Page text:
The COVID-19 pandemic forced millions of people in the United States and around the world to work from home. While there are various benefits to working from home, some may actually find it stressful. For instance, it can be taxing for some people to balance their professional and personal lives in one space. This can result in poor productivity and work from home burnout.
What is work from home burnout, and how does it happen?
Work from home burnout refers to the feeling of being constantly exhausted and stressed out while working from home. It usually occurs when people feel compelled to keep working beyond their usual work hours because their workplace and home are the same.
In fact, according to a study by staffing firm Robert Half International, nearly 70% of professionals who transitioned to remote work because of the pandemic say they now work on the weekends. What’s more, 45% say they regularly work more hours during the week than they did before. The study found that despite remote work offering greater flexibility, it also makes disconnecting from work difficult.
What are the common signs of work from home burnout?
Some known signs include:
- Constant feelings of exhaustion
- Increased mental distance from one’s job
- Diminished professional efficacy
- Feelings of hopelessness
- Frequent mood changes
- Experiencing physical symptoms like dizziness or headaches
- Unhealthy coping mechanisms like drinking or smoking
Related reading: How to support your employees that are still working from home
How can you deal with work from home burnout?
As the pandemic rages on, you may have to continue working from home for the foreseeable future. Avoid burning out by doing the following:
1. Have a dedicated workspace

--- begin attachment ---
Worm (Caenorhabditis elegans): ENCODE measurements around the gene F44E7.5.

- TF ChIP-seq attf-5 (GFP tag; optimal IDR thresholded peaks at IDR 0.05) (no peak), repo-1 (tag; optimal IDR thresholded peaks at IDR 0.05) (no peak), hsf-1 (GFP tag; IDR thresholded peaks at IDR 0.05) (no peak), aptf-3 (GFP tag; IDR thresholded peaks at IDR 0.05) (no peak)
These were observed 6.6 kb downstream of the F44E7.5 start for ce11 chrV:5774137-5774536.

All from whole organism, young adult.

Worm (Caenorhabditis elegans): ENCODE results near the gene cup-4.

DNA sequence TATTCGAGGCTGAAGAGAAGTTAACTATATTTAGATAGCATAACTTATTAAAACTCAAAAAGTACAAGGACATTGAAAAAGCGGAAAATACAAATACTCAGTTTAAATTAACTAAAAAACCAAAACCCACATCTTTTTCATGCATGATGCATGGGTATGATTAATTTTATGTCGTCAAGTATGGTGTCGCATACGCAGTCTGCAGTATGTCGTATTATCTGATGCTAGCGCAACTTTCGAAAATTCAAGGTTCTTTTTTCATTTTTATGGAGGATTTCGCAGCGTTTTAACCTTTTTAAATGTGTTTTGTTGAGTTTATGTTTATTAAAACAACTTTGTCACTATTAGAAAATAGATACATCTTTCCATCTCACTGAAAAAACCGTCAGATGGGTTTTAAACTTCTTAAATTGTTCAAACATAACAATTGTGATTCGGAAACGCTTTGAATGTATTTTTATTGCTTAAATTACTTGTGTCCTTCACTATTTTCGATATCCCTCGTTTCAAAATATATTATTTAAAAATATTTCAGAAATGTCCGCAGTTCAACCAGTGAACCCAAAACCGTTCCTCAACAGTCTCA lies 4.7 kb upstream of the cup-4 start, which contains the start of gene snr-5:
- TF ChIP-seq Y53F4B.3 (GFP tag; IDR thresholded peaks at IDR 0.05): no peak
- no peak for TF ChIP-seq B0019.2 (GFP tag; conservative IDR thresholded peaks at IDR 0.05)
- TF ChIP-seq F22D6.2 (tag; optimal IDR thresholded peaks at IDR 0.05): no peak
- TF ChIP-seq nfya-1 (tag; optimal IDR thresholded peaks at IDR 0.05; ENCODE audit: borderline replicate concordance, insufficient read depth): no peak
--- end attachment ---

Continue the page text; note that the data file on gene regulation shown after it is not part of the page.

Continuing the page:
Create a home office in a separate room where you can minimize distractions and focus on doing your work. If you live with other people, let them know about your schedule so they can avoid disturbing you.
2. Set a healthy working schedule
Even though your workplace and home are the same, it doesn’t mean that you should be working round-the-clock. Set a firm start and end time to your workday, and take breaks regularly.
As soon as your shift is up, stop working and start focusing on personal matters. You can take a short walk outside, cook a tasty meal, or spend time with your family, among other activities. This helps you stop thinking about work and instead concentrate on your personal life.
3. Create a to-do list
To-do lists not only help you stay organized, but they also help you ensure that you accomplish your tasks for the day. Here are some handy tips for making one:
- Categorize. If you have a long to-do list, separate your tasks into different categories. Make sure not to have more than seven items on each one and work on each task based on their urgency.
- Estimate. You can complete your to-do list more efficiently if you can determine how long each task will take to complete. Add a column in your list containing realistic time estimates for each task, and stick to them as much as possible.
- Review and repeat. For your to-do lists to become effective, you need to use them regularly as part of your bigger time management plan. For instance, at the end of every week, review your list and use it to plan the week ahead. Use the same strategies as above.
4. Practice self-care
During your break, consider eating a healthy meal, stretching your muscles, doing guided breathing exercises, or taking a quick nap. Engaging in self-care activities is proven to reduce anxiety and depression, alleviate stress, improve concentration and energy, among other benefits.
Consider using your personal time offs as well. Doing so helps improve physical and mental health, increase productivity and efficiency at work, and strengthen family relationships.
5. Connect with someone close to you
Some people may feel depressed or anxious due to the social isolation created by the pandemic. If you are one of these, it’s important to reach out to people that matter to you or a therapist.
Talk to them about what you’ve been feeling or going through recently. Doing so won’t just help release pent-up feelings, but it will also remind you that there are people who are willing to help you recover from work from home burnout.
It’s important to ensure that your employees can continue accessing your programs and data properly while working from home. Safebit Solutions can help by monitoring and maintaining your IT infrastructure 24/7/365. Talk to us today.